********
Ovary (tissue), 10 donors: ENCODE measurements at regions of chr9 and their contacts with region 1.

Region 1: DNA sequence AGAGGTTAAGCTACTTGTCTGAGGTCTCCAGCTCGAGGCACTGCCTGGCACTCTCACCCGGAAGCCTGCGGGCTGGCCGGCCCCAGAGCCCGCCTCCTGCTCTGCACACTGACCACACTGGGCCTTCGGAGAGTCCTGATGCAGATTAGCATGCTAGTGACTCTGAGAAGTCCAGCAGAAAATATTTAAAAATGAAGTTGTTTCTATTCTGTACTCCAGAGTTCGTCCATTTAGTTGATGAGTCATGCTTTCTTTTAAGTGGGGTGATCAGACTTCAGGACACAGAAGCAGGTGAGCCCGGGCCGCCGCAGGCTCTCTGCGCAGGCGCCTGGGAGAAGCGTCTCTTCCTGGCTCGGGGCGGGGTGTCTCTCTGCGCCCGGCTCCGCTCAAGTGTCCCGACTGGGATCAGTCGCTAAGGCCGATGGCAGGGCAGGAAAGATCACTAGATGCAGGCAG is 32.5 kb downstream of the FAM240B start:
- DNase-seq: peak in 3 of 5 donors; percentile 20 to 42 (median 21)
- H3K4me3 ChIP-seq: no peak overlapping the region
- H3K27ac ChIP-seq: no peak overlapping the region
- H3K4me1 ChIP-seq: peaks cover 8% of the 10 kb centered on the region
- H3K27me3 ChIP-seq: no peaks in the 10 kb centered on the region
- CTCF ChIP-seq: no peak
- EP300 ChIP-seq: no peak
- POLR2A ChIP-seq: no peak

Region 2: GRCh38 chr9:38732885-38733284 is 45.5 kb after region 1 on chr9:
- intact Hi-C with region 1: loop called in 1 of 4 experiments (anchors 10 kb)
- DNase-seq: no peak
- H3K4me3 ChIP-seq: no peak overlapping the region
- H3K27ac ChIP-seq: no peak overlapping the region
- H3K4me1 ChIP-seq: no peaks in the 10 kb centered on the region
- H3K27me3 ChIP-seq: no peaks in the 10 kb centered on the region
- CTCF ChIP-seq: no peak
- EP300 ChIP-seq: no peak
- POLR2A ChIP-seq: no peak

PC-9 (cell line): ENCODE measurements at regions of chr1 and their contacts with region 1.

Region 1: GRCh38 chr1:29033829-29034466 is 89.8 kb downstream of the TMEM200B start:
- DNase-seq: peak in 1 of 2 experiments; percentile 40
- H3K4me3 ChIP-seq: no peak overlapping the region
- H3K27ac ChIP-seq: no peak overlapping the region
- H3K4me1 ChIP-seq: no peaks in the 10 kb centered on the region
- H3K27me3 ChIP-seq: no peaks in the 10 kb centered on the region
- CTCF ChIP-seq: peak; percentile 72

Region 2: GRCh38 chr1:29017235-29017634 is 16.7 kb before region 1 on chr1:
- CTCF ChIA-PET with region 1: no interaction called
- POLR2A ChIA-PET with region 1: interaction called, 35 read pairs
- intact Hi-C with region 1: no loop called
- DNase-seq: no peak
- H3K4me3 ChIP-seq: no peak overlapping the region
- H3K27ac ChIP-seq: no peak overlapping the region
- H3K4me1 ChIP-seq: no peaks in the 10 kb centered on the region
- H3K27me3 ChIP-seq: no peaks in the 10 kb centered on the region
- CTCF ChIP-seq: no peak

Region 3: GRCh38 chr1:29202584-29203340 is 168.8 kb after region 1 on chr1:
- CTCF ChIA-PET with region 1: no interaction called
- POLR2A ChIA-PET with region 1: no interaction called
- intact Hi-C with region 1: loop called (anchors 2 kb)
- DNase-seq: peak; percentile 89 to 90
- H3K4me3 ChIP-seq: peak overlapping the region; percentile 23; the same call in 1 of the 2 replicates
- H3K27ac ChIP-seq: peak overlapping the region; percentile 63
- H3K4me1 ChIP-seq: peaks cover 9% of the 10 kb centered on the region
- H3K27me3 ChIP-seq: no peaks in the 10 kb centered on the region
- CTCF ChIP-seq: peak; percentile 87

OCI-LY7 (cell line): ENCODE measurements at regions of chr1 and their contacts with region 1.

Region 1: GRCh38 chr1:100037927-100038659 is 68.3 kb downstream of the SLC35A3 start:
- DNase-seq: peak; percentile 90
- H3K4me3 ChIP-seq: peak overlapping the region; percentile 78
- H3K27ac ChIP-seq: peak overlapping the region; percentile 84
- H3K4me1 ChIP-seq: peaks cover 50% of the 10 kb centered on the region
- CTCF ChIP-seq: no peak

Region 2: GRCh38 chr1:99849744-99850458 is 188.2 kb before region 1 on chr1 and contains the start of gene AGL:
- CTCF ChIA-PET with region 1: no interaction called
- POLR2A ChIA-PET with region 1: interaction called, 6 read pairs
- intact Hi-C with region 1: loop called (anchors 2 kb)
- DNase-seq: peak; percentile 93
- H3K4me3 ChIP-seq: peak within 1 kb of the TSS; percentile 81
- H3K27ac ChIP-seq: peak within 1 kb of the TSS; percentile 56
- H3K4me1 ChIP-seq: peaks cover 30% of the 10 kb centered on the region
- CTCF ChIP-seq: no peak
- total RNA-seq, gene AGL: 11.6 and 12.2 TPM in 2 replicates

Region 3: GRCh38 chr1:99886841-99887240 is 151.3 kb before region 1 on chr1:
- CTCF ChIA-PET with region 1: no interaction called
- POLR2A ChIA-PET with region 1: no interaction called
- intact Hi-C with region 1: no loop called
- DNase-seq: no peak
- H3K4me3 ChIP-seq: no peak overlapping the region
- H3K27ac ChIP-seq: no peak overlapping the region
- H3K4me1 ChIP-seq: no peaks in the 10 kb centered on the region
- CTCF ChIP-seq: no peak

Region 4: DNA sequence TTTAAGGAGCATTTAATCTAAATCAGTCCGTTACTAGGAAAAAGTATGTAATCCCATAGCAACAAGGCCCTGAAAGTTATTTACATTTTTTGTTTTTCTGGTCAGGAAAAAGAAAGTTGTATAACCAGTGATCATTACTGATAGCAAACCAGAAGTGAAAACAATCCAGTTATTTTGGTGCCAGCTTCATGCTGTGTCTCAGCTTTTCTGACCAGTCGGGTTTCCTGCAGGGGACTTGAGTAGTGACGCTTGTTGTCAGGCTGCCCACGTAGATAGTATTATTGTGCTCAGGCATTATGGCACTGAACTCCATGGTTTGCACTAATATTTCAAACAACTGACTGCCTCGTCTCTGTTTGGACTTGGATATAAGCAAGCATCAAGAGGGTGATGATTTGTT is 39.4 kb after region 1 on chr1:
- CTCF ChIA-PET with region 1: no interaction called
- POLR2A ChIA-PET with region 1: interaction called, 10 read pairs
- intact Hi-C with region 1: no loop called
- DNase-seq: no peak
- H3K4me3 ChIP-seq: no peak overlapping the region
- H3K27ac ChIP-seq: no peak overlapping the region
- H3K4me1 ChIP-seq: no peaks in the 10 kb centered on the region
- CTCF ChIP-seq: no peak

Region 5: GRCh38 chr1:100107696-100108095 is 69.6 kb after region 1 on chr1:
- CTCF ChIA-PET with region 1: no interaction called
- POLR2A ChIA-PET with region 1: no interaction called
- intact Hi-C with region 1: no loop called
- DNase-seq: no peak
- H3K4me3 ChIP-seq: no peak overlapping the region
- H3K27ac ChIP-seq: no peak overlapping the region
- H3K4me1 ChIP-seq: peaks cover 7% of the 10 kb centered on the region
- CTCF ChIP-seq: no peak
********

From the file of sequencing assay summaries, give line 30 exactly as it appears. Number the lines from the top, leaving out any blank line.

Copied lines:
- CTCF ChIA-PET with region 1: no interaction called